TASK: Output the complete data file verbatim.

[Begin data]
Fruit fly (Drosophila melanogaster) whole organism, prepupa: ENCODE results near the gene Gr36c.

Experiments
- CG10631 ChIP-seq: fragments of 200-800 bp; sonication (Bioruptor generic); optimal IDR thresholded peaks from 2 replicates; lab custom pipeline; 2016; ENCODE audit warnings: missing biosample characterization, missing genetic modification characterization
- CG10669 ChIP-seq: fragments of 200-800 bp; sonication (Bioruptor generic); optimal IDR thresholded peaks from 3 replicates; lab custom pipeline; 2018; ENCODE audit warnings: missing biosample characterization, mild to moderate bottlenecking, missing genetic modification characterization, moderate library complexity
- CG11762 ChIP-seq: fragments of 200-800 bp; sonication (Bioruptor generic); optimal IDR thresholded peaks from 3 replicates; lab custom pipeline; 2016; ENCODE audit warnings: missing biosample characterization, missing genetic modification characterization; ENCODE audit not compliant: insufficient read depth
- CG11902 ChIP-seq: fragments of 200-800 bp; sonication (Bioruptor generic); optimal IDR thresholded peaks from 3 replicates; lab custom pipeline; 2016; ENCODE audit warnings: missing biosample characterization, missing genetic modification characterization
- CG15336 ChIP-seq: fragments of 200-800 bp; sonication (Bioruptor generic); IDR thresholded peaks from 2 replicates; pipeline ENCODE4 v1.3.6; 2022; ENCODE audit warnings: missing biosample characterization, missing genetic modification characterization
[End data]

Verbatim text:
Fruit fly (Drosophila melanogaster) whole organism, prepupa: ENCODE results near the gene Gr36c.

Experiments
- CG10631 ChIP-seq: fragments of 200-800 bp; sonication (Bioruptor generic); optimal IDR thresholded peaks from 2 replicates; lab custom pipeline; 2016; ENCODE audit warnings: missing biosample characterization, missing genetic modification characterization
- CG10669 ChIP-seq: fragments of 200-800 bp; sonication (Bioruptor generic); optimal IDR thresholded peaks from 3 replicates; lab custom pipeline; 2018; ENCODE audit warnings: missing biosample characterization, mild to moderate bottlenecking, missing genetic modification characterization, moderate library complexity
- CG11762 ChIP-seq: fragments of 200-800 bp; sonication (Bioruptor generic); optimal IDR thresholded peaks from 3 replicates; lab custom pipeline; 2016; ENCODE audit warnings: missing biosample characterization, missing genetic modification characterization; ENCODE audit not compliant: insufficient read depth
- CG11902 ChIP-seq: fragments of 200-800 bp; sonication (Bioruptor generic); optimal IDR thresholded peaks from 3 replicates; lab custom pipeline; 2016; ENCODE audit warnings: missing biosample characterization, missing genetic modification characterization
- CG15336 ChIP-seq: fragments of 200-800 bp; sonication (Bioruptor generic); IDR thresholded peaks from 2 replicates; pipeline ENCODE4 v1.3.6; 2022; ENCODE audit warnings: missing biosample characterization, missing genetic modification characterization